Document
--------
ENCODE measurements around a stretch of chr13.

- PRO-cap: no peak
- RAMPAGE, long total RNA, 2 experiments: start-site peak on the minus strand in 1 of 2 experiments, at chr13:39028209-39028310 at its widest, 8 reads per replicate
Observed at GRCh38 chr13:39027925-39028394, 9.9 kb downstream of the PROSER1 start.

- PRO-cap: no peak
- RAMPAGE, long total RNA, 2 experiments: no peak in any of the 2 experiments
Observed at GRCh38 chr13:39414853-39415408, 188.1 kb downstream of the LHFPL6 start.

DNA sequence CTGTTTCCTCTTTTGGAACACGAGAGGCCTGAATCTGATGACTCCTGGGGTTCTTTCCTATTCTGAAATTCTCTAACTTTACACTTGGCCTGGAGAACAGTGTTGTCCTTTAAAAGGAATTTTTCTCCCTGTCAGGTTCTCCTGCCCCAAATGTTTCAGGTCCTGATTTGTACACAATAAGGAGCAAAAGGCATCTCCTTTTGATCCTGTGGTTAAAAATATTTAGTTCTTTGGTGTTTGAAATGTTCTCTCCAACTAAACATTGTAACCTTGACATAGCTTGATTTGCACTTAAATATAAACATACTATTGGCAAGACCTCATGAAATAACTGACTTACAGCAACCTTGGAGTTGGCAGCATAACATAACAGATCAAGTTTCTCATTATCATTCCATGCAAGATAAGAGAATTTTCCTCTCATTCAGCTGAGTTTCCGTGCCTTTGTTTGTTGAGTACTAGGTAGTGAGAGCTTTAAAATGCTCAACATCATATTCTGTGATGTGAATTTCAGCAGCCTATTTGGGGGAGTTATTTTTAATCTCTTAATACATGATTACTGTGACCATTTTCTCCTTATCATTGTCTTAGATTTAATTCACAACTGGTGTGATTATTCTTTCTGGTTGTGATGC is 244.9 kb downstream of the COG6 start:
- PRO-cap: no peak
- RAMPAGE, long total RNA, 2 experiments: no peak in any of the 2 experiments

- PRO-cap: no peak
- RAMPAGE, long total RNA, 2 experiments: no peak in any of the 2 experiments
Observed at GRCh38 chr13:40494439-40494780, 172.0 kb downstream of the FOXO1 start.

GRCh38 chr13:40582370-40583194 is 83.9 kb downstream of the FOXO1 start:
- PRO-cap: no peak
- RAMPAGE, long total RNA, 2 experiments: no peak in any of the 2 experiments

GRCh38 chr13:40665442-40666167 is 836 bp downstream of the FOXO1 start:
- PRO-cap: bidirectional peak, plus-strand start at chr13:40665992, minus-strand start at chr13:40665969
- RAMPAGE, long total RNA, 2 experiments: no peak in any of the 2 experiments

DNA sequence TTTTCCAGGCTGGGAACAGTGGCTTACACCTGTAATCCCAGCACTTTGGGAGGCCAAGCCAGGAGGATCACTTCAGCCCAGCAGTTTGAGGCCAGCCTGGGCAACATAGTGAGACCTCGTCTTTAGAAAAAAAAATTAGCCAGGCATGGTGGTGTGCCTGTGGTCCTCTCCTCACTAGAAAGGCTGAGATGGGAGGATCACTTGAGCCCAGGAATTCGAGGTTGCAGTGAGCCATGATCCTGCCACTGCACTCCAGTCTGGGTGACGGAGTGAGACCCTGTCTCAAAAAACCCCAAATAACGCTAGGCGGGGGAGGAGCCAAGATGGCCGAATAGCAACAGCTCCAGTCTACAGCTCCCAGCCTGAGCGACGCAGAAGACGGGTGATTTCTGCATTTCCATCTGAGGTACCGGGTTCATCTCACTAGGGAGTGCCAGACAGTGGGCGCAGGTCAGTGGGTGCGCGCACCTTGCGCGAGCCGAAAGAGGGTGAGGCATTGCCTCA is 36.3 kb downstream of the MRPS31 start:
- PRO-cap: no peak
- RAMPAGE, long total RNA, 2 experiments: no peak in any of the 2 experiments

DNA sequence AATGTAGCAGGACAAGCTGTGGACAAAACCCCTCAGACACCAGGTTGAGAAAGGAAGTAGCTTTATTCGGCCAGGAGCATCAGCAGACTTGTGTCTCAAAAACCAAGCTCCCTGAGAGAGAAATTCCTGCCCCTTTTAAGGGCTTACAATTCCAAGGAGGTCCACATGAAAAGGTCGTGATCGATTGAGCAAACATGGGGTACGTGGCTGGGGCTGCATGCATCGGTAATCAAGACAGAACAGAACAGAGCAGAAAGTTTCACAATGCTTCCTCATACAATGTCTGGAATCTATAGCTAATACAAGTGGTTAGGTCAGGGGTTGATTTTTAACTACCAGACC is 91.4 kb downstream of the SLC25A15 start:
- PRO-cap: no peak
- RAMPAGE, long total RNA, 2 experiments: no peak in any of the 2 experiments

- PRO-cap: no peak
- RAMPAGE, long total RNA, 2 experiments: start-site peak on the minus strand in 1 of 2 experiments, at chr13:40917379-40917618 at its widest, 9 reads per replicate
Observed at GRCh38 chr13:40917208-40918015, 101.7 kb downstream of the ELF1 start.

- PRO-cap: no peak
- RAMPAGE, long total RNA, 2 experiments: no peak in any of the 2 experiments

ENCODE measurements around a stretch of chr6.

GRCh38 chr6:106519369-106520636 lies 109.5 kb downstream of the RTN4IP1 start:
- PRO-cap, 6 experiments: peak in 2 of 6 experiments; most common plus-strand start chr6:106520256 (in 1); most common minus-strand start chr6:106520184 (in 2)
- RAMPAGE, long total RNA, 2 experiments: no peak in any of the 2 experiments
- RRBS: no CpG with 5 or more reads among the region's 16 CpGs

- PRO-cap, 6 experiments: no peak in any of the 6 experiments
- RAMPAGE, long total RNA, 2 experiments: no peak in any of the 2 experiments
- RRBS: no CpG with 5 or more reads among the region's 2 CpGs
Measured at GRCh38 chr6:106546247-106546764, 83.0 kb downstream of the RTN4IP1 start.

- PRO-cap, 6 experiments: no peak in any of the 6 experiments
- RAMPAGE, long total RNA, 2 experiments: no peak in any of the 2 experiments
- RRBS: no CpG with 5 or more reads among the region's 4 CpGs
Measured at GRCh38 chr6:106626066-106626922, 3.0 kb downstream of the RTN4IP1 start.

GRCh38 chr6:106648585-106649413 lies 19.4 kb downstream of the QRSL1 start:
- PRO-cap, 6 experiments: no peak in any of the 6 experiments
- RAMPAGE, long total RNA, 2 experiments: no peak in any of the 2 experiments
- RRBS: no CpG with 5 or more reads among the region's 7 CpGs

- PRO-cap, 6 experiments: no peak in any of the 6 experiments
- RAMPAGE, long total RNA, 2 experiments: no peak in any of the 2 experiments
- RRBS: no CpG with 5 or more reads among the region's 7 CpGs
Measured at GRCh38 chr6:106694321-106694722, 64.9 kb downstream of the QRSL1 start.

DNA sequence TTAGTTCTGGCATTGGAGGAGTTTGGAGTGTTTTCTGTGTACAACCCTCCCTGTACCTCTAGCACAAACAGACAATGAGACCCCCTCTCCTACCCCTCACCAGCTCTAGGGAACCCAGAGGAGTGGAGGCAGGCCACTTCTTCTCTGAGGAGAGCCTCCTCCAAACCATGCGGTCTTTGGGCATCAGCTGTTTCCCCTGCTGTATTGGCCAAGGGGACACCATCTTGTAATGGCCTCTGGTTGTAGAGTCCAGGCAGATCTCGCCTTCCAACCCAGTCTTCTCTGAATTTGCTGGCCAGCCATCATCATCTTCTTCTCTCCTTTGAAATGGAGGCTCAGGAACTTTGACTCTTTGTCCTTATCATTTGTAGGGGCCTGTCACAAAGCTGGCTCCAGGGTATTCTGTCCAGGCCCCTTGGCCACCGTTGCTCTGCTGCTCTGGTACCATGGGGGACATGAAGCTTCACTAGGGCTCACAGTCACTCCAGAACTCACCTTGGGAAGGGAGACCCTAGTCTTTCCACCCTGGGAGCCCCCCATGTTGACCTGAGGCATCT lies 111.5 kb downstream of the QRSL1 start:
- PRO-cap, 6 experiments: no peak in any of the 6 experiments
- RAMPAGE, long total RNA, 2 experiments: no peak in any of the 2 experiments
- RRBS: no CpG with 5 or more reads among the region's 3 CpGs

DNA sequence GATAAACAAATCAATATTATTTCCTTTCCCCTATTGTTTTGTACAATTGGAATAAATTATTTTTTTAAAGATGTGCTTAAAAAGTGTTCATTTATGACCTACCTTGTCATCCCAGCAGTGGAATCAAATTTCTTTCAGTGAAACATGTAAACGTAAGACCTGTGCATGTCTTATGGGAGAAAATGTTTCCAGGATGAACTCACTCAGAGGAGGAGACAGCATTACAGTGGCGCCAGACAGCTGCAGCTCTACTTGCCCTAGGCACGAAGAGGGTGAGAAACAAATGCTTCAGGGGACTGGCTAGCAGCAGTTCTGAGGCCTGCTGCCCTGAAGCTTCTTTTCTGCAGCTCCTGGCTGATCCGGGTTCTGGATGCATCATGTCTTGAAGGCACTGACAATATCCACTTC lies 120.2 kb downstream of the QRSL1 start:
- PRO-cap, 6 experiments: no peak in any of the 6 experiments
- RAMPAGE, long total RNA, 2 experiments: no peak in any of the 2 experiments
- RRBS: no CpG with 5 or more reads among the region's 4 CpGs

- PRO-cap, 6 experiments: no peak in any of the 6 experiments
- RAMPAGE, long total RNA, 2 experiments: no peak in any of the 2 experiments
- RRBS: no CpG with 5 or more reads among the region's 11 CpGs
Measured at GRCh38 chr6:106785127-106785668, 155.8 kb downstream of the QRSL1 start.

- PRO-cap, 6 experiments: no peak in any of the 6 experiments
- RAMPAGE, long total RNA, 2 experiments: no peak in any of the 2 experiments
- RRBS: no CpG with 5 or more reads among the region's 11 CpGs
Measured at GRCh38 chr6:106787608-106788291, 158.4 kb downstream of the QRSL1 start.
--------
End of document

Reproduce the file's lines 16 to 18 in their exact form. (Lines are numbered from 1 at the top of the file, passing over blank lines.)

- RAMPAGE, long total RNA, 2 experiments: no peak in any of the 2 experiments

GRCh38 chr13:40665442-40666167 is 836 bp downstream of the FOXO1 start:
- PRO-cap: bidirectional peak, plus-strand start at chr13:40665992, minus-strand start at chr13:40665969